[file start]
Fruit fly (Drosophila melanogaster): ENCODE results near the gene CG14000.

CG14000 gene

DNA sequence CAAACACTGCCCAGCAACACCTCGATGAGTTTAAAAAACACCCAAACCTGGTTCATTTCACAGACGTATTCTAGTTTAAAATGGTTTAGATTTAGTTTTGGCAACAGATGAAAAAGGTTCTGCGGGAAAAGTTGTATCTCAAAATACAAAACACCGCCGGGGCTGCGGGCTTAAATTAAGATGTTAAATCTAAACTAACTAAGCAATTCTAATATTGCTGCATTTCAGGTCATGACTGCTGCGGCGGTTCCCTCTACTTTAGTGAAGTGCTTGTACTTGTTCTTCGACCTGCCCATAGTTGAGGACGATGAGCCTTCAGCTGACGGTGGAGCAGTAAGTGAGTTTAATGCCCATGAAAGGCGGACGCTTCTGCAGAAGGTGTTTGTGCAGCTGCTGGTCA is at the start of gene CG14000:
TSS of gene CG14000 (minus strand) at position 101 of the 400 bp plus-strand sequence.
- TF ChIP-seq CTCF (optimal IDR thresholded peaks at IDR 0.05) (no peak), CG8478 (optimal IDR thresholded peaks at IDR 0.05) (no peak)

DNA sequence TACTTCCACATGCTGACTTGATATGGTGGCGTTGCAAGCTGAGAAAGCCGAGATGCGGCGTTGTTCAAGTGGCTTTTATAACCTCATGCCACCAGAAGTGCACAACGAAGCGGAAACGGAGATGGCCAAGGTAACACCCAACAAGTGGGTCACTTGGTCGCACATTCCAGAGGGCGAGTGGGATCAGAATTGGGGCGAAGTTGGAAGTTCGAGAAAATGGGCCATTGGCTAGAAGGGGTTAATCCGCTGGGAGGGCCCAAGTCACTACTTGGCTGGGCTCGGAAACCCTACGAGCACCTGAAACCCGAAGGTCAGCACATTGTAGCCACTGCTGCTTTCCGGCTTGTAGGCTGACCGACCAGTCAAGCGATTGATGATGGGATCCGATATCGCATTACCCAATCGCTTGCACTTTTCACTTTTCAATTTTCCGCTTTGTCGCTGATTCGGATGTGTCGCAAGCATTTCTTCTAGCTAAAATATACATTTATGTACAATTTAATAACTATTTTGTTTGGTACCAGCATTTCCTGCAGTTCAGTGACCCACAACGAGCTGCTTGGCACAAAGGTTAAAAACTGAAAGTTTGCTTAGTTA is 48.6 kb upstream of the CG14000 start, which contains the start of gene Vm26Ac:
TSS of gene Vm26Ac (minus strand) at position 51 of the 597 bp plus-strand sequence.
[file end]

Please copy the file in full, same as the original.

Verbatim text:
Fruit fly (Drosophila melanogaster): ENCODE results near the gene CG14000.

CG14000 gene

DNA sequence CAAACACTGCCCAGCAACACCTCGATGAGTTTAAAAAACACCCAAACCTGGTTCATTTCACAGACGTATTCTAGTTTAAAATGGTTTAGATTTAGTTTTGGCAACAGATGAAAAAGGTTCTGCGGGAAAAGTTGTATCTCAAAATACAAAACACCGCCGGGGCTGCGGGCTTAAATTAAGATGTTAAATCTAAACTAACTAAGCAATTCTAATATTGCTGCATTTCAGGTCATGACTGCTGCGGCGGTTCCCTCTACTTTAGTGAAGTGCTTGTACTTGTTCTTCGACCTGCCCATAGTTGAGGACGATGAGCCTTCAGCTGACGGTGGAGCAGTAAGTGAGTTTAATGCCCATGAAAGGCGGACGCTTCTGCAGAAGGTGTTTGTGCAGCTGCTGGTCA is at the start of gene CG14000:
TSS of gene CG14000 (minus strand) at position 101 of the 400 bp plus-strand sequence.
- TF ChIP-seq CTCF (optimal IDR thresholded peaks at IDR 0.05) (no peak), CG8478 (optimal IDR thresholded peaks at IDR 0.05) (no peak)

DNA sequence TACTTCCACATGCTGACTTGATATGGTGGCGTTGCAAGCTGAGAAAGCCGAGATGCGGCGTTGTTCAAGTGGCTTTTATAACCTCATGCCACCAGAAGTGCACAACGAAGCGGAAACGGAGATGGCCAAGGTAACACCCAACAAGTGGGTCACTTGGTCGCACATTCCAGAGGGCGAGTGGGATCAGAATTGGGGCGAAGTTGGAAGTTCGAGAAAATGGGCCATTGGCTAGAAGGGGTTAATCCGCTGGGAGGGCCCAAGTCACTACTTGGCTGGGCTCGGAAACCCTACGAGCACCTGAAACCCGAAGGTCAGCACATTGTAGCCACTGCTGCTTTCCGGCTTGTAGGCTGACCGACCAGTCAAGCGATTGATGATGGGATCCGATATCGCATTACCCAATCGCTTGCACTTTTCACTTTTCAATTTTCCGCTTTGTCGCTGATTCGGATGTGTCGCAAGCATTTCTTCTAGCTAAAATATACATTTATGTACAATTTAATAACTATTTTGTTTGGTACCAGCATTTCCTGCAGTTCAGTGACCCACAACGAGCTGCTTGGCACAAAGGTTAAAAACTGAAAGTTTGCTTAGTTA is 48.6 kb upstream of the CG14000 start, which contains the start of gene Vm26Ac:
TSS of gene Vm26Ac (minus strand) at position 51 of the 597 bp plus-strand sequence.